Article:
1. A simple strategy is better than a complex strategy. 2. A starting business plan (and an annual plan for most businesses or business units) should be written on one to two pages, not 80 to 100 pages. 3. Great people who do their jobs are everything in a business. 4. While you can measure anything, cash flow remains a very top thing to measure. 5. You can’t underestimate the importance of a great leader in a business. 6.
This article discusses two different subjects. First, the healthcare, economic and political outlook. Second, a core distinction between good and bad lawyering. 4 Thoughts on the Hospital, Health System, Political and Economic World1. In the hospital world, things seem to be strangely stabilizing. Merger and acquisition activity is somewhat down and systems mainly seem to be trying to figure out a “stay the course” strategy without huge transformational changes. Healthcare reform talks ebb and flow.
I've come to the following conclusion regarding good and bad lawyers. A bad lawyer often tells you what you want to hear. This happens regardless of whether the issue involves prospects in litigation, attacking the other side, deciding whether a deal is worth pursuing or determining whether or not your position on an issue is rational. Whatever the issue, he or she is happy to appease the client and just keep the process going. He or she is not driven by client results.
Muck Rack makes it simple to find people, tweets, or articles that mention any name, keyword, company, hashtag etc. We've compiled this guide to help you make the most of your search.
Selecting a term
Start searching tweets, articles from media outlets, articles mentioned in tweets, journalists'
names, titles and bios with some suggested searches:
Companies or Topics (e.g. iPhone, Microsoft)
Phrases (e.g. "cloud computing") — use quotes to keep the terms together
Twitter handles (e.g. @username) — returns those who have mentioned or replied to
Names (e.g. "David Pogue")
Hashtags (e.g. #sxsw, #london2012)
Bio details (e.g. vegan, Olympics, father)
Muck Rack's Advanced Search allows for many boolean operators.
Find results that mention multiple specified terms, use AND or
+. For example, ensure each result contains both Elon Musk and Mark Zuckerberg by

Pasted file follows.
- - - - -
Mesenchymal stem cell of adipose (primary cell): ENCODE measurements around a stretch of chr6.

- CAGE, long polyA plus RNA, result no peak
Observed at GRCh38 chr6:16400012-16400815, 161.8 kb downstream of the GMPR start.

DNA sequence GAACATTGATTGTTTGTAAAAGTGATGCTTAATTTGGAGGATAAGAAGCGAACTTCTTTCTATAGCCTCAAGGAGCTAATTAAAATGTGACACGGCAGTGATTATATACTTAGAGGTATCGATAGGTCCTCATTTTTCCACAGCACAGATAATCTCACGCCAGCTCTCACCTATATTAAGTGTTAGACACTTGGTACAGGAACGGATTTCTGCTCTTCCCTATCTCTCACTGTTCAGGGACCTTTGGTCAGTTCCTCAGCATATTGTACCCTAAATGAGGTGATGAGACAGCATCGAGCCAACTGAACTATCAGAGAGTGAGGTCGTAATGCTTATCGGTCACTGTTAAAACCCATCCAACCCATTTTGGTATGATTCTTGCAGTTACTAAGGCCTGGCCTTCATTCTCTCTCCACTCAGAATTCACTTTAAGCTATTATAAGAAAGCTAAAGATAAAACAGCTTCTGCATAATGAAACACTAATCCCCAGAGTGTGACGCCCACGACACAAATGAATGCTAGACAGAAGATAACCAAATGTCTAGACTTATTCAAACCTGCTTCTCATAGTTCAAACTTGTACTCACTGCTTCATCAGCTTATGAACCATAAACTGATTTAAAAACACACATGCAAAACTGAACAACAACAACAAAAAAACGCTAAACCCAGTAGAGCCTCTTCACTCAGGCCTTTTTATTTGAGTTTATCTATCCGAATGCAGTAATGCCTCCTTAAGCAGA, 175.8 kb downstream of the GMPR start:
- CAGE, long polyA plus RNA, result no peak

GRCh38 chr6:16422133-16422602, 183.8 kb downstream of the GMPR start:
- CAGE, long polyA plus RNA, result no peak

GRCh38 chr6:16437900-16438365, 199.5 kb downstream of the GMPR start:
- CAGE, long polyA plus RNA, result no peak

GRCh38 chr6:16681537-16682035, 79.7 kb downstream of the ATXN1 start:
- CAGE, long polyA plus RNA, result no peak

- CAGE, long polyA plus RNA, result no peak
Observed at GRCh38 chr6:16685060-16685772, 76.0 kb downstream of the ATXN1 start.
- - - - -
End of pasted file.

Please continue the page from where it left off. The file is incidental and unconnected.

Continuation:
searching Musk AND Zuckerberg or Musk + Zuckerberg.
Use the operators OR or , to broaden your search when you'd like either of
multiple terms to appear in results. (This is the default behavior of our search when no operators
are used). For example, results will contain either cake or cookie by searching cake OR cookie or cake,cookie
Use NOT or - to subtract results from your search. For
example, searching Disney will yield results about the Walt Disney Company as well as Walt Disney
World Resort. To exclude mentions of Disney World, search for Disney -World or Disney
When using one of these operators with a phrase, enclose it in quotation marks. For example, you can
find results about smartphones excluding Apple's iPhone 4S by searching smartphone -"iPhone
Exact case matching or punctuation
If you're searching for a brand name or keyword that relies on specific punctuation marks or capitalization, you can
find results that match your exact query by adding matchcase: before the keyword you're searching for, like matchcase:E*TRADE .
Use parentheses to separate multiple
boolean phrases. For example, to find journalists talking about having fun in Disney World or
Disneyland, search for ("disney world" OR disneyland) AND fun.
An asterisk can be used to search for any variation of a root word truncated by the asterisk. For example, searching for admin* will return results for administrator, administration, administer, administered, etc.
A near operator is an AND operator where you can control the distance between the words. You can vary the distance the near operation uses by adding a forward slash and number (between 0-99) such as strawberries NEAR/10 "whipped cream", which means the strawberries must exist within 10 words of "whipped cream".